Roman Polanski's twist on Dickens brings the classic back with a new look and
a mild tone. The soft approach, in fact, tells us more about the Polanski
state of mind than it reveals sparkling new insights into the classic drama
and its iconic characters after approximately 11 prior films have explored
the story (not counting TV). But, his intention to produce a version that
kids won't have nightmares over, despite an effect of blunting the dramatic
punch, is beautifully realized visually.
Twelve year-old Barney Clark fulfills the title role with considerable
worthiness. As the story revolves around his orphan character's ability to
impress those who might harm or rescue him, he's an exemplary study in good
looks, bright intelligence and unchallenging innocence. These traits don't
help much at first, however, when he suffers the strictness and degradations
of the orphanage workhouse system in 19th century England (as reconstructed
in 2004 Prague). After a fracas with a provocating boy (Chris Overton) who sees
Oliver as a competitor, our falsely accused (and wrongfully beaten) hero
escapes his orphan's lot and gets on the road to London where his real
With shoes worn out, Oliver winds up lying in apparent pain and bare-feet
skinned red, on a busy corner of the big city, where he comes to the
attention of The Artful Dodger (Harry Eden), a not so innocent teen-age
street urchin who immediately senses a potential comrade in need. He leads
the bedraggled traveler to his gang's apartment hideout where he introduces
Oliver to its leader, sponsor, and trainer in the fine arts of street theft
and opportunistic petty crime... Fagin (Ben Kinglsey).
Fagin is delighted to see the new boy (whose foot-injuries have miraculously
disappeared), considering him a handsome new addition to his income-producing
crew of juvenile miscreants. But when he hears the boy's utter politeness,
and calling him "sir" at every turn, he all but falls in love with the kid.
As it will turn out, Fagin, while a criminal in deep with others of his kind,
like the dangerous Bill Sykes, becomes Oliver's staunch protector.
In fact, why anyone would wish harm on the boy is a persistent question, even
as events construe to make him an enemy. It all starts with Oliver observing
the Dodger and cohort Charley Bates (Lewis Chase) demonstrating their method
of pickpocketing outside a book store. But, while the mark, a gentleman with
the name of Mr. Brownlow (Edward Hardwicke - Watson to Sherlock Holmes), is
unaware of the theft to his property, the bookstore owner has seen it and
comes running out to catch the thieves. When he sees Oliver standing there
in confusion, he immediately points to him as the thief.
This takes them all to the kangeroo court of a cruel magistrate (Alun
Armstrong) who is all to ready to lock Oliver up when a witness appears to
clear Oliver of the crime. By this time, the victim in the affair, Mr.
Brownlow, has become entirely taken with the charm and good behavior of the
boy and takes Oliver home for treatment of his wounds. The wealthy old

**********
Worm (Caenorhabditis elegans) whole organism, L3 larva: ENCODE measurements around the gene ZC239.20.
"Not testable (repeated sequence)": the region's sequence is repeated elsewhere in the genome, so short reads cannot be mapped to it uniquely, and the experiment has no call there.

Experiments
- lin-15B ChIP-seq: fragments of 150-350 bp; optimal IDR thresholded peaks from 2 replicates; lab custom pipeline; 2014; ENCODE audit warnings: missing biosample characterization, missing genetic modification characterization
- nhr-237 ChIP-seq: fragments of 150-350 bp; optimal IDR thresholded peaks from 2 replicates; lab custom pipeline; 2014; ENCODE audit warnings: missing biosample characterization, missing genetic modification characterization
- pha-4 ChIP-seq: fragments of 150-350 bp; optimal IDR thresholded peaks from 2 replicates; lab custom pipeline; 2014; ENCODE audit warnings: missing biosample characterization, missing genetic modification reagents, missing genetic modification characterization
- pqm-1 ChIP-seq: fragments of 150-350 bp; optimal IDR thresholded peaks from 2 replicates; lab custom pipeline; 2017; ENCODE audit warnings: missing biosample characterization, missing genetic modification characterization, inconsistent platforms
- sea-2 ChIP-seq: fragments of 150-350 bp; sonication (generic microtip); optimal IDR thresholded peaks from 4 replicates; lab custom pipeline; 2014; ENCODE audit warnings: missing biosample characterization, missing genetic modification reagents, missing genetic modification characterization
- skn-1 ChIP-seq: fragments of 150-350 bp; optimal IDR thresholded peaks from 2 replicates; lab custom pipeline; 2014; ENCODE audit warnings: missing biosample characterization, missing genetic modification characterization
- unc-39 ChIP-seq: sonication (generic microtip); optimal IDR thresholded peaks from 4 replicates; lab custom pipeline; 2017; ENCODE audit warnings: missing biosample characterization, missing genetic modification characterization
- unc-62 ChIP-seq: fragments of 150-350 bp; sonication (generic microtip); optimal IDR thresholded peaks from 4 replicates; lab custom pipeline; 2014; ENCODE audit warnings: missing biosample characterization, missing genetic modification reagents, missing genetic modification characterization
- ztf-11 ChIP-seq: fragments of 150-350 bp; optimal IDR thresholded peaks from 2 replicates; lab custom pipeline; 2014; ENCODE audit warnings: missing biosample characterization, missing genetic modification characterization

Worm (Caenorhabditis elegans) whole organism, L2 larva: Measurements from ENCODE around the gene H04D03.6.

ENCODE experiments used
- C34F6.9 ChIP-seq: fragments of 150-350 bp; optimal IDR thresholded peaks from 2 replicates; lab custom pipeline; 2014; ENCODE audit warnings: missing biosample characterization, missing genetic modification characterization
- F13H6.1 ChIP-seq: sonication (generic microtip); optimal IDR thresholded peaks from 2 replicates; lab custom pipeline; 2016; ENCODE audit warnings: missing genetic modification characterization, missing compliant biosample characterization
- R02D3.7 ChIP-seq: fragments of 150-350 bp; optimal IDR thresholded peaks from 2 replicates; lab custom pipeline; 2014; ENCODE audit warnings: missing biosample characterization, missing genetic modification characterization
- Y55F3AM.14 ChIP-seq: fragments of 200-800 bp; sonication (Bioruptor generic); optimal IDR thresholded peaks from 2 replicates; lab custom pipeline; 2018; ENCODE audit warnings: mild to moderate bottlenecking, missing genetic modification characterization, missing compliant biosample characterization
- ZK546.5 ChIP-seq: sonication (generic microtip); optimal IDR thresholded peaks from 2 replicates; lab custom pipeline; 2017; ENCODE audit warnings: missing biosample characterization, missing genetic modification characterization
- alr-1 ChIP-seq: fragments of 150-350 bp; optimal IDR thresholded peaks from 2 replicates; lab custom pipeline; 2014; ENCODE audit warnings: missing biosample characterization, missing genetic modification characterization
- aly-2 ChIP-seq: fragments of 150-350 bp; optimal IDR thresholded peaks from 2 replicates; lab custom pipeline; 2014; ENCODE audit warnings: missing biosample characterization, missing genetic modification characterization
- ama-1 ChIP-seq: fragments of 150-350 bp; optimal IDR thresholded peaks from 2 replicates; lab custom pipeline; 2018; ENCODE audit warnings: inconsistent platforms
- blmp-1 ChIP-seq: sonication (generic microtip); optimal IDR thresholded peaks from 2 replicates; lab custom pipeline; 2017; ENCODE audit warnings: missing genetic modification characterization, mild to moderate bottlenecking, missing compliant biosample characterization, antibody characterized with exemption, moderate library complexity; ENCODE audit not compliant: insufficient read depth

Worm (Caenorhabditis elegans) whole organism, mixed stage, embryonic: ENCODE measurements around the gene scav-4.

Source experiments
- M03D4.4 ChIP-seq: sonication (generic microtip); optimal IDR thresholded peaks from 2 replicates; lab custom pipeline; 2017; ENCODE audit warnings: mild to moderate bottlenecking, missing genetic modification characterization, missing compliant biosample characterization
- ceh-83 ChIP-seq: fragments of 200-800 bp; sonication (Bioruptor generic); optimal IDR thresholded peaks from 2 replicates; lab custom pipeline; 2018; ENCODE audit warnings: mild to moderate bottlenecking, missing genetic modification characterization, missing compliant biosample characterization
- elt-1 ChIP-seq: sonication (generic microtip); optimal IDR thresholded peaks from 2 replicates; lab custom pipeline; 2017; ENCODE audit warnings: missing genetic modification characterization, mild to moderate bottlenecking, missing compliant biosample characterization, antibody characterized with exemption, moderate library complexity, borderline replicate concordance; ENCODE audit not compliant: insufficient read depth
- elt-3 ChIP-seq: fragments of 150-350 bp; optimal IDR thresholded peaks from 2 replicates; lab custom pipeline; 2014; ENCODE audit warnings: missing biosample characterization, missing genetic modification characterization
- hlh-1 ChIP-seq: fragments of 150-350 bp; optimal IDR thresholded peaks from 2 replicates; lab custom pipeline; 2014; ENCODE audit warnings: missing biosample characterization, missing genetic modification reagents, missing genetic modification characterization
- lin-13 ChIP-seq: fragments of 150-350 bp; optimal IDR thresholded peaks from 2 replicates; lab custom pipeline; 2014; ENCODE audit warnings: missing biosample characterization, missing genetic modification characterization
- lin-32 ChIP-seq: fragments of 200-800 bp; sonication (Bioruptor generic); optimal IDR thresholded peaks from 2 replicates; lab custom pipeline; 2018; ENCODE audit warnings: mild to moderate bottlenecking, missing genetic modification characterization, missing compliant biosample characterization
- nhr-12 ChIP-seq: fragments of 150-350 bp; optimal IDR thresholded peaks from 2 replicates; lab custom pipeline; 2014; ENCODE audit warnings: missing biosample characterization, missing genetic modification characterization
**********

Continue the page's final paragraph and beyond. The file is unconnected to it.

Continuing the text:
widower treats his new houseguest as a son in the making... until Fagin and
Sykes, fearing their exposure, track him down and pluck him back into their
fold (for the slight elevation of the drama).
This fear of Oliver as a betrayer becomes the only danger to Oliver's
well-being that the movie generates. It's given some teeth of perilous
possibility by having Sykes murder his girlfriend Nancy (Leanne Rowe) when
she betrays him to Brownlow. But, by this time, we are far too comfortable
with the subdued nature of the drama to feel any real threat, a bloody
murderer notwithstanding. This version of "Oliver Twist" produces little
Despite that, and ignoring the number of film predecessors, there's much here
to enjoy. Not so much the screenplay by Polanski's collaborator on "The Pianist," Ronald Harwood,
but very much in the casting. Bearded Ben Kingsley relishes his portrayal of
Fagin as a criminal whose greed is submerged by his basic good nature, a
demi-villain with lots of heart. Designed carefully to appeal to the children
for whom this version is targetted, Kingsley cuts the ham close to the
Harry Eden's role as the Dodger is underwritten and squanders an opportunity
to more fully develop the potential of the character and the gifts of the
actor. Eden's performance in his first film, "Pure," will tell you exactly what you need to know about
this future movie star. Remember, you heard it here.
Mark Strong's colorful good humor gives enough impetus to his role as Toby
Crackit, Bill Sykes partner in crime, that it demonstrates the lack of care
in the creation of others. He's becomes a presence we're glad to have for
the humorous energy he provides a film of such delicacy of tension.
Most impressive of all about the production is its look. Reverting to the
traditional approach, Polanski eschews digital effects in favor of building
sets and backdrops for his look of old London. Except for the unrealistic
cleanliness of streets and living quarters, Production Designer Allan
Starski's and Art Director Jindrich Koci's work are exemplary. But,
arguably, the real star of this film is the cinematography of Pawel Edelman
whose every frame is laden with the kind of texture and depth a Victorian
painter might be proud to call his.
In the end, Polanski has rendered a version of "Oliver" that's so safe, it's
pretty much a case of baby-sitting by movie. No nightmares, guaranteed.
From a novel which has been described as having a "violent, lusty, primal
quality," there's little here to recall the auteur's prior inclinations
toward intensity, as seen in his own trenchant interpretation of another
literary classic, "Tess of the d'Urbervilles." This doesn't even suggest
it's from the same hand.
~~ Jules Brenner